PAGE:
The Bloomberg Administration has waged an all-out war on smoking, doing the unthinkable seven year ago by banning butts from bars across the five boroughs. With its success (or failure, for those with a pack-a-day habit), cities across the country have followed suit.
Now, the mayor and the City Council want to extinguish smoking in the greensward, as well, and it appears a counter-proposal to set aside designated sections of parks for smoking has failed to take root. While concerns about civil liberties, public space and the Nanny State abound, the anti-butt proposal, which was debated during a raucous session of the City Council yesterday, seems to have enough support to pass the council as is.
“We’re not taking away the right for someone to smoke; we’re actually asking them to be conscious of not smoking around others, that impacts them from a health perspective,” Scott Santarella, head of the American Lung Association New York, told WNYC. “They can still smoke in their car, in their home, we’re just asking them not to smoke in public places.” (It sounds like they’ll be coming for the sidewalks next!)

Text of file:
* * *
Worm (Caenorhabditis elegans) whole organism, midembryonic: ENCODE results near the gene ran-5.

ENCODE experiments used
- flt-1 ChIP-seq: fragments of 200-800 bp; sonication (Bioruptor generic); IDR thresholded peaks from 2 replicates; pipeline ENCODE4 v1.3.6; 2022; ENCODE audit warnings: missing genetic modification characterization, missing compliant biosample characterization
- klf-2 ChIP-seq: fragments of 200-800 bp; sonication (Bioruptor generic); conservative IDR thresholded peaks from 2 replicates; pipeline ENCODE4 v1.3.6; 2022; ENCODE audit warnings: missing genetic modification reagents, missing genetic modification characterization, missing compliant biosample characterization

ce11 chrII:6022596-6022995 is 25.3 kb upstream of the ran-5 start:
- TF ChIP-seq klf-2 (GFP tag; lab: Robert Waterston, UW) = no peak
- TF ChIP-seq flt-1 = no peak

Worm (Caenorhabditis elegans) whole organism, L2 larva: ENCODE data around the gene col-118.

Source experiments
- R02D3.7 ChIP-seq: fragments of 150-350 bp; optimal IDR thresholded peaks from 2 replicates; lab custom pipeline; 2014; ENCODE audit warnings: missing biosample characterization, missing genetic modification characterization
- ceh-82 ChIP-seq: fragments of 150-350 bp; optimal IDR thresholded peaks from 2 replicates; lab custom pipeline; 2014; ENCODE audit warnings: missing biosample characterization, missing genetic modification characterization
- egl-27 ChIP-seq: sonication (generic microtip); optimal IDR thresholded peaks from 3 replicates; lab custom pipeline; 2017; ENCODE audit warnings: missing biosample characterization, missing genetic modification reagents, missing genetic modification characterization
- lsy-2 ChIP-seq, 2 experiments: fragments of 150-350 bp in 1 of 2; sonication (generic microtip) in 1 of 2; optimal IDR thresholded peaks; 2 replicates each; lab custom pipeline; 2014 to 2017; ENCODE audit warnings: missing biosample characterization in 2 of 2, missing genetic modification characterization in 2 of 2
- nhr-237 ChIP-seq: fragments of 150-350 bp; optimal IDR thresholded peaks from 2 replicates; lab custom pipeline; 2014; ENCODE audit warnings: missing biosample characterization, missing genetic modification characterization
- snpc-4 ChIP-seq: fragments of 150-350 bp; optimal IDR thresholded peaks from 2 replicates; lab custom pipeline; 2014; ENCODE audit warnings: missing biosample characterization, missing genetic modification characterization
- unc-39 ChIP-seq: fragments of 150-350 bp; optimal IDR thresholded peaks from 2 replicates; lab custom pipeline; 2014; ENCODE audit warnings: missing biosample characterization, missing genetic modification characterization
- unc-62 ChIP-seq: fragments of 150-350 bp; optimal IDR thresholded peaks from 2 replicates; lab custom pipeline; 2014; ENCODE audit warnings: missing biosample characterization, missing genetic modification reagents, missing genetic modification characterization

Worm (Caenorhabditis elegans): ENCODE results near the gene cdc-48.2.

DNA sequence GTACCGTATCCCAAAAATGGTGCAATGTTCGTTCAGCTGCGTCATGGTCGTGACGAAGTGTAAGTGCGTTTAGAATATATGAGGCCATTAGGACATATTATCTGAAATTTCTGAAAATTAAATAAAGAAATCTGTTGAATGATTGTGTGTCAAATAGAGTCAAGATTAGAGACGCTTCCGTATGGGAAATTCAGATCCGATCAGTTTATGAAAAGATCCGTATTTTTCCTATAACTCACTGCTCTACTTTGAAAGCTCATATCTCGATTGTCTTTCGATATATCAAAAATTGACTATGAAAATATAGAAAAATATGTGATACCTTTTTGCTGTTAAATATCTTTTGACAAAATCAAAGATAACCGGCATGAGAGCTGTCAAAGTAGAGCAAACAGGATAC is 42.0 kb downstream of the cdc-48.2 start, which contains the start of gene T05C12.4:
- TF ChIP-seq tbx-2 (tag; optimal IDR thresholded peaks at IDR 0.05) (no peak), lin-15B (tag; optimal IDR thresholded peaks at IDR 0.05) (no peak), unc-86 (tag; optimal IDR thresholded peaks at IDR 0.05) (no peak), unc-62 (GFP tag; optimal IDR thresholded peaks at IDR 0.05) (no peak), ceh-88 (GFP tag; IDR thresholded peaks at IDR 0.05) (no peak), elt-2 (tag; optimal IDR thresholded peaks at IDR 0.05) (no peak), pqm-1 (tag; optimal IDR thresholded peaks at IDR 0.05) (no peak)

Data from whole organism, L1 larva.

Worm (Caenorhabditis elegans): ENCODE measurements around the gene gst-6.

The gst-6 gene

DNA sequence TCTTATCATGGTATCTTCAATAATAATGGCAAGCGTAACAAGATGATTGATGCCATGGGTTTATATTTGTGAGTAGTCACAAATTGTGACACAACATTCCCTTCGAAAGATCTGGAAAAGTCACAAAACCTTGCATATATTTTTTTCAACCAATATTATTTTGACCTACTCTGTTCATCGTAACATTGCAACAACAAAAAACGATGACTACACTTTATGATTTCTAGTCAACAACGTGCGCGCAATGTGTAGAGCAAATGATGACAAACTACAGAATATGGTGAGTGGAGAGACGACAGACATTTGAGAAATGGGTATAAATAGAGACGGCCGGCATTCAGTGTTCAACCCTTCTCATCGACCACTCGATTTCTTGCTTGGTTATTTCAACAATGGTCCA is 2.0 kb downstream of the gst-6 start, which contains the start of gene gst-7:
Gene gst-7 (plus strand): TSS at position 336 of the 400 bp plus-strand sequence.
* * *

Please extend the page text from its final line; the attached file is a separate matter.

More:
Testimony ranged from people like David Goerlitz, the former “Winston Man” who, in a press conference before the hearing, said smokers are treated like “lepers and second-class citizens,” to Joe Applebaum, a Brooklynite who equated second-hand smoke with rat poison and said smokers have “no consideration for their fellow man.”
Speaking of colorful, Councilman Peter Vallone of Queens, who proposed the alternative legislation creating separate smoking sections, said it was not as though he were proposing “a urinating section in a pool.”